The iconic image of a zombie is brain-eating, staggering of the husks of the body, the dirt of their burial ground smeared over them. But, as with vampires and werewolves, these reanimated corpses have fresh ideas to explore. Recently, Last of us presented a unique hour of post-doomsday television showcasing an older gay couple (Murray Bartlett And Nick Offerman) survival in a world captured by the “infected”. Itself shifts focus away from human survivors and onto the undead, using zombies to focus the show on bigotry, depression, and weirdness. Aired in 2013, the series stayed out of the grave long enough to run two seasons for a total of nine episodes, offering a fresh take on the horror subgenre by looking at “two sides of every story” i.e. the living and the undead. .

‘In the Flesh’ is about recovering zombies

image in the flesh

Years have passed since the “Rebellion”, when the bodies crawled out of the graves as monstrous cannibals. A cure has since been developed, and the undead are soon reintegrating into society. Kieren Walker (ur.Luke Newberry) is one of those patients with partial death syndrome who return to their families. This will not be an easy transition for Kieren, nor for the village of Roarton to which he is returning. Distrust and anger seethe among the inhabitants, but Kieren is his own worst enemy, struggling with guilt over the murders he committed while in a “frantic” state. Kieren may not ask for it, but he takes on an important role in the community, helping to fight the bigotry that falls on other PDS sufferers. Roarton must understand that the PDS patients are no longer killers, although the sense of unity will not come easily as extremist forces take over from both sides.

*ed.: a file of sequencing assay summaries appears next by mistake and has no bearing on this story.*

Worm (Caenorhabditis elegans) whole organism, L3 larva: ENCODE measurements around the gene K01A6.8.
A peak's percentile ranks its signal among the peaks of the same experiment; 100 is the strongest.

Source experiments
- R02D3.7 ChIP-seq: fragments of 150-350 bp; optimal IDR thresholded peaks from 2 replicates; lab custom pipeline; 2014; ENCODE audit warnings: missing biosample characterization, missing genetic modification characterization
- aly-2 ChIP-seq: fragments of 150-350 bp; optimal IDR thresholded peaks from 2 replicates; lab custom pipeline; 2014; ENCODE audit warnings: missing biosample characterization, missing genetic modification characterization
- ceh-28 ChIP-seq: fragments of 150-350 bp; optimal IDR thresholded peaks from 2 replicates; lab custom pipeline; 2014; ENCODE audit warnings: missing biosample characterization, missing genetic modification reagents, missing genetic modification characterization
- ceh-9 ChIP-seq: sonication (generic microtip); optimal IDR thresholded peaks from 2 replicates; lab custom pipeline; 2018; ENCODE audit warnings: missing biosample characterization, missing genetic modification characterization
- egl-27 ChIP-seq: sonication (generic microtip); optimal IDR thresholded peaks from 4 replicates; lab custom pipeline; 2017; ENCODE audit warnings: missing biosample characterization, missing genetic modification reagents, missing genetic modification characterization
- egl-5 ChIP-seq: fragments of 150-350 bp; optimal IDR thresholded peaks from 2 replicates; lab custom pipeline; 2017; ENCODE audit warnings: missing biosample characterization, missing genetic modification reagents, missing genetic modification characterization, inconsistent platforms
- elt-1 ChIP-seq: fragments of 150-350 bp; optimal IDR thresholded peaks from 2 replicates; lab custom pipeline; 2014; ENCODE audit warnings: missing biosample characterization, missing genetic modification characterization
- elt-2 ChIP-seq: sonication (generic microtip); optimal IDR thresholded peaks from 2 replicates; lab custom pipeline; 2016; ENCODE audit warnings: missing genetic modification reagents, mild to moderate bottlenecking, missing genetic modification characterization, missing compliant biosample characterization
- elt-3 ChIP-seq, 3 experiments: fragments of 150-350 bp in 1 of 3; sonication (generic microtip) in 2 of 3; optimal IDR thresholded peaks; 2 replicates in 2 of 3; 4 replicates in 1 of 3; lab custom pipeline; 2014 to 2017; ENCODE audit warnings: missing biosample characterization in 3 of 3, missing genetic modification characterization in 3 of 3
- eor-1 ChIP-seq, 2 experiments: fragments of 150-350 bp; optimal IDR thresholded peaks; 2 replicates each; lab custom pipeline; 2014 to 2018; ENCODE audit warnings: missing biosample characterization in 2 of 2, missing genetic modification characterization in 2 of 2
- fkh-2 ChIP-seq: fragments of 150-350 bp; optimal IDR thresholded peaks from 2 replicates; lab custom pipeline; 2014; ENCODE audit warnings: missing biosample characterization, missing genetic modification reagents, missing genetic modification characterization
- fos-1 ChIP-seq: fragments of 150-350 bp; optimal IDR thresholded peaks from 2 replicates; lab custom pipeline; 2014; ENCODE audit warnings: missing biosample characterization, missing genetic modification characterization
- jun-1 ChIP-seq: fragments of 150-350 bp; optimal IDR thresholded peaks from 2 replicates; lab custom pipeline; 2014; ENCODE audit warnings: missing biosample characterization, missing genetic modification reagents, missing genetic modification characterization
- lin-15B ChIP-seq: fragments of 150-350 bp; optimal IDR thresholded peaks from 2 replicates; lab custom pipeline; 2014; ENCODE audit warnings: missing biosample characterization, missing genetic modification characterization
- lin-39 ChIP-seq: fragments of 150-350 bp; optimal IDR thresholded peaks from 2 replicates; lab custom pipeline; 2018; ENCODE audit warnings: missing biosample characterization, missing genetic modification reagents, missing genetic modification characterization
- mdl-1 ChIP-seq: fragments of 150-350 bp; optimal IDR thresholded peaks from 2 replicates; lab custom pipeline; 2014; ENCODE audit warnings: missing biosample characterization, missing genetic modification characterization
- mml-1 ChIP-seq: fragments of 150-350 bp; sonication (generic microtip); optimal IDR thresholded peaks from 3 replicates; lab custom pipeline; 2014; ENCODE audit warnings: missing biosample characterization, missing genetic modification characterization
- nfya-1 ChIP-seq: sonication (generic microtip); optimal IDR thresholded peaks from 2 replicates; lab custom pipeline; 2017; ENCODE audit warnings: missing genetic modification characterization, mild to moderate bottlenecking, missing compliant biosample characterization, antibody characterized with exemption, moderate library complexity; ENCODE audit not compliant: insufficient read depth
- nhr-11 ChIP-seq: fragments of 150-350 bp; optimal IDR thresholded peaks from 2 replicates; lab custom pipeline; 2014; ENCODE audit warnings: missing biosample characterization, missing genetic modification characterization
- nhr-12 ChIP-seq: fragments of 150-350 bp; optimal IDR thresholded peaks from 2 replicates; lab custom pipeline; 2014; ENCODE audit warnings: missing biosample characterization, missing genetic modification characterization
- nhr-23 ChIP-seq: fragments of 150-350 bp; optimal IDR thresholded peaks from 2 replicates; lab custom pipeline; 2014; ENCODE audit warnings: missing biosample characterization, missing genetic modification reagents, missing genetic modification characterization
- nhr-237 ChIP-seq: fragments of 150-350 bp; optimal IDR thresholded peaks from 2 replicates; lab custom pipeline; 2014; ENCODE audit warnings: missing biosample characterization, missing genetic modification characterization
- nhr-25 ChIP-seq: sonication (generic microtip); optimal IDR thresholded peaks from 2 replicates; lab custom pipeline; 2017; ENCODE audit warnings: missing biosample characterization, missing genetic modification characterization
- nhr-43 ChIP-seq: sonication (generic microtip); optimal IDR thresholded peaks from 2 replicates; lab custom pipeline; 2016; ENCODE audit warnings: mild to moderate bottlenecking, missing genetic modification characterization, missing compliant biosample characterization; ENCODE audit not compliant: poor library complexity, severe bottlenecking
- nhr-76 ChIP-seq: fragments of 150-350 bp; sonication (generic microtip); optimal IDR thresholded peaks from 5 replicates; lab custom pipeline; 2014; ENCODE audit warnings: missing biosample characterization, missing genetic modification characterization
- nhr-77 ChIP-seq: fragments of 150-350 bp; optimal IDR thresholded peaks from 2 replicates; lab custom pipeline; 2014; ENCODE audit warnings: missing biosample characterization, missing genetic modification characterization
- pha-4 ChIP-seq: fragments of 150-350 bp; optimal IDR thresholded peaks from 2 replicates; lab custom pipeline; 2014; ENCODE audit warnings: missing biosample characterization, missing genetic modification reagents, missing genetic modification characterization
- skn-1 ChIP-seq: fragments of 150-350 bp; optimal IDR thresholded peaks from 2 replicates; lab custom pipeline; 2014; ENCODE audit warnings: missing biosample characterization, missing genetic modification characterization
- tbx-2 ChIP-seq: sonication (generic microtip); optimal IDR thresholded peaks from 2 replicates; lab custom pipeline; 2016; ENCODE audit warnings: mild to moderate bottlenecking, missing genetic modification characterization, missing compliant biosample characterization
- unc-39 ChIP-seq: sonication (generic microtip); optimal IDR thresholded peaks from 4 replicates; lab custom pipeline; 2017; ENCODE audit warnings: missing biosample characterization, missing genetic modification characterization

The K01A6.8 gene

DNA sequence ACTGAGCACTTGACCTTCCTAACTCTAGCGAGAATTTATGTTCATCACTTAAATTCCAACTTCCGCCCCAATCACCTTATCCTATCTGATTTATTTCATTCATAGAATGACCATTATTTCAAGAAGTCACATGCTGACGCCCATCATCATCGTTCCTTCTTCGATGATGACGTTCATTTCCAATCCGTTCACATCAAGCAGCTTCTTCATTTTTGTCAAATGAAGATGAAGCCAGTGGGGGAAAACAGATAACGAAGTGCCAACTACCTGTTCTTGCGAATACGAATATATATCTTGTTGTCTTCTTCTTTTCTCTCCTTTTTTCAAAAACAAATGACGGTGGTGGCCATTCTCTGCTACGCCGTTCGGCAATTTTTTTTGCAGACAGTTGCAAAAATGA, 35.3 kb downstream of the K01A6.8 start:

“I suffer from partial death syndrome and what I did in my untreated condition was not my fault.” Kieren and others like him are required to follow this mantra as government treatment centers try to get back to normal. For a smoother assimilation, Kiren uses a daily routine for people with PDS to make life comfortable: an injection of neurotriptyline (medication); a mousse base to add pigment to his pale skin; contact lenses to hide pale milky white irises. What does it mean to be, essentially, a zombie in recovery? There will be an understandable backlash, and Roarton is divisive for good reason.

The rebellion took place all over the world, and in England the cities received stricter measures, leaving small communities like Roarton to defend themselves. They did this by setting up the Volunteer Group to hunt down the brutal “Rot”. From the pristine brain of the creator Dominic Mitchell, Itself keeps memories to a minimum by sticking to the present day to chronicle the aftermath of the zombie apocalypse. The fact that the series goes down this path shows that the zombie heart has not lost its humanity. Itself balances the macabre tone without shying away from the darkness known to the subgenre, while transforming the partially deceased syndrome into a metaphor that presents several problems.

How human can a zombie be?

in the flesh season 2
Image via BBC America

Mitchell explains in an interview with the BBC: “I always thought that since the government introduced this policy of bringing PDS patients back into society, it would cause a backlash, especially because Roarton is a microcosm of Britain, and I think that a lot of the things that happened in Roarton happened all over the place, and people were saying, “Wait a minute, I don’t want the undead living near me.” The show does not veer too far from the outskirts of the village, keeping the scope large but intimate. The word “z” is changed to “Rotters”, which sounds pejorative, and that’s the point. In Roarton, living people can be monsters, and religious fanaticism and paranoia spoil everything.

The local church has a strong grip on the residents, delivering sermons that demonize people with PDS. MP Maxine Martin (Wunmi Mosaku, Lovecraft Country) arrives to stir up crap as a member of the pro-life Victus party, enacting policies that strip PDS sufferers of their humanity, with a message saying: “Give something back to the society they once ravaged is something what everyone wants, living and PDS in the same way. Kieren and others are forced into manual labor in order to be “able to apply for re-citizenship of the United Kingdom”. Fighting them is the Undead Liberation Army, who take pride in their undead status, a ULA student tells a group of followers, “The first shackles we have to throw off is shame.”